What does liberty mean in a world like Silicon Valley, where women hold only 11% of executive positions? Where women often abandon their passion for science and technology early in their careers due to unmerciful harassment and belittlement from male-dominated culture? As Nina Burleigh states in Newsweek Magazine, “It wouldn’t be an exaggeration to say that a front line, if not the trench of the global gender war, is in Silicon Valley. In that sense, Silicon Valley culture echoes the Wolf of Wall Street culture in the ’80s and ’90s. But while Wall Street today seems tamer—thanks to lawsuits and diversity consultants in every corner—in Silicon Valley the misogyny continues unabated.”4

What does liberty mean in the world of media, literature, and entertainment where women are still largely portrayed as sex icons, and the male-dominated culture continues to sell the concept that a woman or young girl’s value is found in their beauty, youth, and sexuality? According to Sifat Azad in the online magazine Mic, “Typically, female characters in film and television were not portrayed in leadership roles and were less likely than male characters to achieve their goals. Amongst the 10 top-grossing films of 2010, three of those films were considered ‘woman-centric.’ Only 19 out of the 100 top-grossing films were given that title… Female characters were more likely to be depicted wearing sexy clothing, partially nude, and referred to as attractive in comparison to male characters.”5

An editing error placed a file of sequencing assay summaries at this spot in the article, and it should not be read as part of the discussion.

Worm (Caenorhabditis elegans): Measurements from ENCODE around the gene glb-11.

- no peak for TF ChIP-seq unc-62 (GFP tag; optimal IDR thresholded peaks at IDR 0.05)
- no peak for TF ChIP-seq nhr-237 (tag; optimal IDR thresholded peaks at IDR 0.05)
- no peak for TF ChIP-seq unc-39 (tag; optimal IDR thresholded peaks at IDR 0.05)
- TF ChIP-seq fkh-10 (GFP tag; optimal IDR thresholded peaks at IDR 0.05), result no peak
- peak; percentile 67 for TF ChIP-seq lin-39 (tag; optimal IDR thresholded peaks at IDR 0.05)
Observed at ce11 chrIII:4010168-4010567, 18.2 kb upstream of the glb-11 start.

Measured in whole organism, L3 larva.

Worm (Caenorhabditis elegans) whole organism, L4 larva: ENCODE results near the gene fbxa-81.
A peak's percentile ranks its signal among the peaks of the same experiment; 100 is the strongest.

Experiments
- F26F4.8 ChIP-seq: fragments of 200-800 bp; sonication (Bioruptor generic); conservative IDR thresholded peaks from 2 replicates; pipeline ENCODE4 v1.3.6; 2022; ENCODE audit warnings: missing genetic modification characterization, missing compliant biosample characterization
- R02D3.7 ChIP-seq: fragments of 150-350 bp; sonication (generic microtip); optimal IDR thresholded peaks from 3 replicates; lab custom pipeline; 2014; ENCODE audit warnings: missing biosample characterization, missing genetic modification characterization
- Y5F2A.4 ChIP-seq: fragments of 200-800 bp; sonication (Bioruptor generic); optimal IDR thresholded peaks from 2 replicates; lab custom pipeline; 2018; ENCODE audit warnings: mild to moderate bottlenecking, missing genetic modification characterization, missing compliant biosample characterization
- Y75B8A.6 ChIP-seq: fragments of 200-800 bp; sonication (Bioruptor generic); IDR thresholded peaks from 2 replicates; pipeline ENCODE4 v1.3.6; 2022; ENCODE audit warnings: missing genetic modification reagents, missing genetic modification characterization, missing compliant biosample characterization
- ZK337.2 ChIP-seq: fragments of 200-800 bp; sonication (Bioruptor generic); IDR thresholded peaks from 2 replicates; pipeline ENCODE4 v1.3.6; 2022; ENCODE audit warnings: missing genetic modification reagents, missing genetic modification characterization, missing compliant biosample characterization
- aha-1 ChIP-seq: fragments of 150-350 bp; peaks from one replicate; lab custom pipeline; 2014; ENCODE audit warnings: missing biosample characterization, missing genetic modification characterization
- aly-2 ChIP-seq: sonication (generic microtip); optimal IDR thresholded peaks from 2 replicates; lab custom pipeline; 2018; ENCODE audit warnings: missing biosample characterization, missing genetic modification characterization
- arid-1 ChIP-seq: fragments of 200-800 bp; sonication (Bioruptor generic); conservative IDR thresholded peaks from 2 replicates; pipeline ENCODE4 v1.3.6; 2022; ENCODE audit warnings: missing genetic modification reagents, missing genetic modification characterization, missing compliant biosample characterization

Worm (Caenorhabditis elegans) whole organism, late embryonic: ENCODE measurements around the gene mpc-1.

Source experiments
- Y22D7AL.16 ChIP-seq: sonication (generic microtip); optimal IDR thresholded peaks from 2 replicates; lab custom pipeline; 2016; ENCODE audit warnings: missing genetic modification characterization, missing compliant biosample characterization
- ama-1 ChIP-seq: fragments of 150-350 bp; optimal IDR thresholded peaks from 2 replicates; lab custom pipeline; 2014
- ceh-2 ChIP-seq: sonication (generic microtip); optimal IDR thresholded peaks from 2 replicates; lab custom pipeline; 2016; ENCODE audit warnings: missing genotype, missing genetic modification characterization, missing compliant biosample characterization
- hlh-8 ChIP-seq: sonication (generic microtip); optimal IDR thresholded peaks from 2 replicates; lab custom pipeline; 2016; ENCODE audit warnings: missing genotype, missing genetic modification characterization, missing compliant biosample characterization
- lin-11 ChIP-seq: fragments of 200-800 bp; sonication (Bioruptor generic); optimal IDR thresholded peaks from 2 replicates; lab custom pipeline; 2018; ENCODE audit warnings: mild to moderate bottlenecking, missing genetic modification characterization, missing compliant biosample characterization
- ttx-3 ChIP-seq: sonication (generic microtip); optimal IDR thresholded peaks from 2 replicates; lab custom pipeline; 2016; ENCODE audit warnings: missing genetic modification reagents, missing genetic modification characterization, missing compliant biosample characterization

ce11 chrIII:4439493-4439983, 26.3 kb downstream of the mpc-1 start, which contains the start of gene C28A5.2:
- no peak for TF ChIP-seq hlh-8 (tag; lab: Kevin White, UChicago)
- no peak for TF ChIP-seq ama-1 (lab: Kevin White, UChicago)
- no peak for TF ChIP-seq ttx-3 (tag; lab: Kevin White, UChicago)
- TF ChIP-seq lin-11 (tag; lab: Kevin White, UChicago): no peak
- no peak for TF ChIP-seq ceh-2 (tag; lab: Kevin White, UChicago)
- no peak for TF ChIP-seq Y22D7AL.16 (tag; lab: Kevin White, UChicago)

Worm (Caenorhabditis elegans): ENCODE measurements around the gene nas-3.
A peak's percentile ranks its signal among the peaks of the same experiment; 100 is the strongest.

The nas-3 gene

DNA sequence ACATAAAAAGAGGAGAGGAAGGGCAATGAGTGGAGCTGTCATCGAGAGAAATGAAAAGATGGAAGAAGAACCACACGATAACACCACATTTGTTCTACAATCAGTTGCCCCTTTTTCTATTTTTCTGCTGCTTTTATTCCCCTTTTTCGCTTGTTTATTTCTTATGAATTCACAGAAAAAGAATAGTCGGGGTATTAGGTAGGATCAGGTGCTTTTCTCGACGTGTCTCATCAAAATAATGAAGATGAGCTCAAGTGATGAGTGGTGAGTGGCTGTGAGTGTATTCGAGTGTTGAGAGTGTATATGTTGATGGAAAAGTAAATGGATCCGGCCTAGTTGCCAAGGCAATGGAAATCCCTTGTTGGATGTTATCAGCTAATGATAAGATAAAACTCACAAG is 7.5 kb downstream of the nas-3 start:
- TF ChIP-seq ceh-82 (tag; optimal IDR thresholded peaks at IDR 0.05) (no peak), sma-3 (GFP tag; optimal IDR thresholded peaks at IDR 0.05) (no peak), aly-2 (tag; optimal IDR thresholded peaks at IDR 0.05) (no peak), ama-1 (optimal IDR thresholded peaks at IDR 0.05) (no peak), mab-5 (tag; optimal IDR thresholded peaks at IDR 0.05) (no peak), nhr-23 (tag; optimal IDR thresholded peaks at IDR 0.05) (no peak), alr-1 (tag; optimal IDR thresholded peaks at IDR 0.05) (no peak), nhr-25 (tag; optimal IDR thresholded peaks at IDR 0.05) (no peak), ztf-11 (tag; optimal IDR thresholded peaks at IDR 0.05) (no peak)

What does liberty mean in the world of governance and politics where women are shockingly marginalized, and where local, national, and global policy often reflects a bias against females? As noted by Equality Indicators at the CUNY Institute for State and Local Governance, “Women comprise half of the U.S. and world populations but are highly underrepresented at all levels of government. (22.8% of national parliaments are women, 19.4% of the U.S. Congress is women, and 24.6% of U.S. state legislatures are women.) The consequences of the gender gap in political leadership go beyond issues of democratic representation. Studies have found that, on average, women elected officials introduce more legislation than men, and that they do so on a wide range of issues, from health and education to infrastructure and the environment. On balance, women elected officials have also been found to be more transparent, collaborative, and effective.”6